Canterbury, New Zealand


Canterbury, New Zealand

The New Zealand region of Canterbury ( _mi. Waitaha) is mainly composed of the Canterbury Plains and the surrounding mountains. Its main city, Christchurch, hosts the main office of the Christchurch City Council, the Canterbury Regional Council (promoted as Environment Canterbury) and the University of Canterbury.

Geography

Canterbury is New Zealand's largest region, with an approximate area of 42,200 km². The region is bounded in the north by the Conway River and to the west by the Southern Alps. The southern boundary is the Waitaki River.

The area is commonly divided into North Canterbury (north of the Rakaia River), Mid Canterbury (from the Rakaia River to the Rangitata River), South Canterbury (south of the Rangitata River) and Christchurch (Christchurch City). For many purposes South Canterbury is considered a separate region, centred on the city of Timaru.

When the current local government structure was introduced in 1989, Kaikoura District was part of the Nelson-Marlborough Region. That region was later abolished and replaced with 3 unitary authorities. Kaikoura was too small to function as an independent unitary authority and was moved under the jurisdiction of the Canterbury Regional Council. However Kaikoura remains part of Marlborough in the minds of many people.

History

Colonisation

In 1848 Edward Gibbon Wakefield and John Robert Godley established the Canterbury Association to plan a Church of England colony in New Zealand's South Island. The colony was to be based upon theories developed by Wakefield while in prison for eloping with a woman not-of-age.

Following 1850 the province developed, during this era the architect Benjamin Mountfort, as the first Provincial architect, designed many civic and ecclesiastical buildings in the Gothic Revival style.

Canterbury Province

The Canterbury Province was formed in 1853 following the passage of the New Zealand Constitution Act 1852 from the part of New Munster and covered both the east and west coasts of the South Island of New Zealand. The Province was abolished, along with other provinces of New Zealand, in 1876.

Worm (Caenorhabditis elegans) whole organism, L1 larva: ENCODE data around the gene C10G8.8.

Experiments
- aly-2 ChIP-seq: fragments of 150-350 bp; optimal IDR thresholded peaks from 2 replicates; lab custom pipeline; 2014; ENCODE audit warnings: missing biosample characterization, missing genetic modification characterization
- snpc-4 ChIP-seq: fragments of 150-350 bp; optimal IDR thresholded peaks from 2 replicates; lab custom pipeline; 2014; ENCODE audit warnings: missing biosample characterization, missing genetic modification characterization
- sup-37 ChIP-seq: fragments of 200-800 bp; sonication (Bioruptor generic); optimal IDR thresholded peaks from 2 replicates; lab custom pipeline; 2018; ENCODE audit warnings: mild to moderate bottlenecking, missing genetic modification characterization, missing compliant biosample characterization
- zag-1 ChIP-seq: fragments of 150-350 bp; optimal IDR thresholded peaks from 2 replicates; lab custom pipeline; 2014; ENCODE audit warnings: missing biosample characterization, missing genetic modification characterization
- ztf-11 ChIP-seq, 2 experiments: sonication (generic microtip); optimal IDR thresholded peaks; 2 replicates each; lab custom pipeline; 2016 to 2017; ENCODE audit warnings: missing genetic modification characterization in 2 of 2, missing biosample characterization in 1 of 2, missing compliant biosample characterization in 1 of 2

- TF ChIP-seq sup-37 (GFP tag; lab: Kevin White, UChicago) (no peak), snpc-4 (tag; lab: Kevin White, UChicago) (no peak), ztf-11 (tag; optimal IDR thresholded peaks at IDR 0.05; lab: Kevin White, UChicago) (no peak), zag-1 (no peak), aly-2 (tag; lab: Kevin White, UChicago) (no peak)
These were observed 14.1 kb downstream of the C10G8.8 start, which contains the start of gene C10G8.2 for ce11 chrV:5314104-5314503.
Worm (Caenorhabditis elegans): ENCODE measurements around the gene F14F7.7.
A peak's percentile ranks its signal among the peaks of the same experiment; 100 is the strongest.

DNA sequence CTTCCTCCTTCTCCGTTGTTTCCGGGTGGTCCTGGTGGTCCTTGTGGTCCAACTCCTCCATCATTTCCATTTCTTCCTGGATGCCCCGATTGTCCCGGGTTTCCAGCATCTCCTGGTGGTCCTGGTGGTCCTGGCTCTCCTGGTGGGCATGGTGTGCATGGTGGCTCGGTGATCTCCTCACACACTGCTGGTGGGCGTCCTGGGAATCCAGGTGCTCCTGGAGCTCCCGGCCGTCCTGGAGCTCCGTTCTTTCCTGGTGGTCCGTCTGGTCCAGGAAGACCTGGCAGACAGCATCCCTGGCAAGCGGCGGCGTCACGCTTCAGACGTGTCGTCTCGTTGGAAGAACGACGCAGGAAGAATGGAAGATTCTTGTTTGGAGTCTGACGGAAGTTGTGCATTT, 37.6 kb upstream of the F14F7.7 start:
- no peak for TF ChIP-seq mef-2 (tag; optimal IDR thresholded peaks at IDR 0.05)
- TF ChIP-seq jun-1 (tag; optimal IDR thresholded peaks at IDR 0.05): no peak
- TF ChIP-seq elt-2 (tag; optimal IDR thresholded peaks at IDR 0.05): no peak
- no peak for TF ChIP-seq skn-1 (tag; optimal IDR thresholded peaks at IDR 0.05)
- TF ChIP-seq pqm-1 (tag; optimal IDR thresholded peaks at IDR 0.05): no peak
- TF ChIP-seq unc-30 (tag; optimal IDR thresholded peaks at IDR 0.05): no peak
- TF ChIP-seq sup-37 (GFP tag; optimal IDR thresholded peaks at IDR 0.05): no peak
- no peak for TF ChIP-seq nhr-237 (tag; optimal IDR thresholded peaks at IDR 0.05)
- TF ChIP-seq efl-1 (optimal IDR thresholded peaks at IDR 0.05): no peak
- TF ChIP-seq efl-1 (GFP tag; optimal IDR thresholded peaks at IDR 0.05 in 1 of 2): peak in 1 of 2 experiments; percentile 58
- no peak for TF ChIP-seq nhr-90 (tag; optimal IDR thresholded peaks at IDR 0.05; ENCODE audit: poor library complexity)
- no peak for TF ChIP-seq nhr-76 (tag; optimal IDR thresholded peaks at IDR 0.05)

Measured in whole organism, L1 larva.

port

The most popular sports are rugby union and cricket.Fact|date=May 2008Canterbury is home to the most successful team in Super 14 Rugby Competition; the Crusaders. The Crusaders also represent other provinces in the upper South Island, but are based in Christchurch. They were formerly known as the "Canterbury Crusaders". In provincial rugby Canterbury is represented by four unions; Tasman, Canterbury, Mid Canterbury and South Canterbury. The Canterbury Wizards are Canterbury's cricket team in New Zealand's State Championship. Other sporting teams include the Canterbury Tactix (Netball) and Canterbury United (Football).

Wine regions of Canterbury

Canterbury has two major areas of viticulture. These are Waipara and the area around Christchurch, typically labelled merely Canterbury. Recently there have been vintages from plantings from Kurow further to the south.

White wine has typically predominated in Canterbury from Riesling, Sauvignon Blanc, Chardonnay, Gewürztraminer, and to a lesser extent Pinot Blanc and Pinot Gris. Pinot Noir has had some success in the province particularly in Waipara.

Very recently wine has been produced in Kurow.

Terminology

People in New Zealand commonly refer to people from the Canterbury region as "Cantabrians", a term also used for people from Cantabria (Spain), although in most contexts this is unlikely to produce confusion. People from the city of Canterbury in England refer to themselves as "Cantuarians".

ources

* [http://rulers.org/newzprov.html rulers.org]
* An Encyclopaedia of New Zealand, edited by A. H. McLintock, 1966
* [http://www.ccc.govt.nz/Christchurch/CanterburyProvincialCouncilChambers/History/ProvincialGovernment.asp Christchurch City Council]
* [http://www.ecan.govt.nz/home Canterbury Regional Council website]


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